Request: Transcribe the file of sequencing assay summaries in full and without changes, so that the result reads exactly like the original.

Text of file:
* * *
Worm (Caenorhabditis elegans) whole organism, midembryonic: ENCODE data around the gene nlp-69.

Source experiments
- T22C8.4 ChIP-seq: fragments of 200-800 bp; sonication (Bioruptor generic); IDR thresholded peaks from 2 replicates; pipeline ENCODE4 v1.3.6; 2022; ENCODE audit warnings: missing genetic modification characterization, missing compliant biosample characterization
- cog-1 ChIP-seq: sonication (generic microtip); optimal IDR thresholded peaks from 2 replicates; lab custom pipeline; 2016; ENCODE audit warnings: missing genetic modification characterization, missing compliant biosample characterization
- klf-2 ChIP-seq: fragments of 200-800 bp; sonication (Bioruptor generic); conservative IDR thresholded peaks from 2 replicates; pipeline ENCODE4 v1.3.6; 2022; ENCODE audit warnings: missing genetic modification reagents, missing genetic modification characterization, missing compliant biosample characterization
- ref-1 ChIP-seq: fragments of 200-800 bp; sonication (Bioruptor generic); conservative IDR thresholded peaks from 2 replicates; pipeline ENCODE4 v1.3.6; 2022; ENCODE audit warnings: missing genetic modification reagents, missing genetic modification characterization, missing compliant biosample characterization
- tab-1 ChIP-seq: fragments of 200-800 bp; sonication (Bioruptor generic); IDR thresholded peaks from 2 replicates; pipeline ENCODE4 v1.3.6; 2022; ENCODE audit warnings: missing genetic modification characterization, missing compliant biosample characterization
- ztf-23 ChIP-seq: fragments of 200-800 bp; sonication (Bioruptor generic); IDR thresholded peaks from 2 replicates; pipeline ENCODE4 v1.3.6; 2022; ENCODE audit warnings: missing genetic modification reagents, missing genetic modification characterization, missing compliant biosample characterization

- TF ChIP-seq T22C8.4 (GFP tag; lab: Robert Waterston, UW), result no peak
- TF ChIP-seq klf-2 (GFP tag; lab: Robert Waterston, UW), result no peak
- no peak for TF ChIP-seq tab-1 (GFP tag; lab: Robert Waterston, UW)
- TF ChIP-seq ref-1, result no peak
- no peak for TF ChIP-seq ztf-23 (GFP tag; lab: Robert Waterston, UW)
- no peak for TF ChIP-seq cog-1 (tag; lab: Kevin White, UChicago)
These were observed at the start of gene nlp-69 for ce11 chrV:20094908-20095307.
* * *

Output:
Worm (Caenorhabditis elegans) whole organism, midembryonic: ENCODE data around the gene nlp-69.

Source experiments
- T22C8.4 ChIP-seq: fragments of 200-800 bp; sonication (Bioruptor generic); IDR thresholded peaks from 2 replicates; pipeline ENCODE4 v1.3.6; 2022; ENCODE audit warnings: missing genetic modification characterization, missing compliant biosample characterization
- cog-1 ChIP-seq: sonication (generic microtip); optimal IDR thresholded peaks from 2 replicates; lab custom pipeline; 2016; ENCODE audit warnings: missing genetic modification characterization, missing compliant biosample characterization
- klf-2 ChIP-seq: fragments of 200-800 bp; sonication (Bioruptor generic); conservative IDR thresholded peaks from 2 replicates; pipeline ENCODE4 v1.3.6; 2022; ENCODE audit warnings: missing genetic modification reagents, missing genetic modification characterization, missing compliant biosample characterization
- ref-1 ChIP-seq: fragments of 200-800 bp; sonication (Bioruptor generic); conservative IDR thresholded peaks from 2 replicates; pipeline ENCODE4 v1.3.6; 2022; ENCODE audit warnings: missing genetic modification reagents, missing genetic modification characterization, missing compliant biosample characterization
- tab-1 ChIP-seq: fragments of 200-800 bp; sonication (Bioruptor generic); IDR thresholded peaks from 2 replicates; pipeline ENCODE4 v1.3.6; 2022; ENCODE audit warnings: missing genetic modification characterization, missing compliant biosample characterization
- ztf-23 ChIP-seq: fragments of 200-800 bp; sonication (Bioruptor generic); IDR thresholded peaks from 2 replicates; pipeline ENCODE4 v1.3.6; 2022; ENCODE audit warnings: missing genetic modification reagents, missing genetic modification characterization, missing compliant biosample characterization

- TF ChIP-seq T22C8.4 (GFP tag; lab: Robert Waterston, UW), result no peak
- TF ChIP-seq klf-2 (GFP tag; lab: Robert Waterston, UW), result no peak
- no peak for TF ChIP-seq tab-1 (GFP tag; lab: Robert Waterston, UW)
- TF ChIP-seq ref-1, result no peak
- no peak for TF ChIP-seq ztf-23 (GFP tag; lab: Robert Waterston, UW)
- no peak for TF ChIP-seq cog-1 (tag; lab: Kevin White, UChicago)
These were observed at the start of gene nlp-69 for ce11 chrV:20094908-20095307.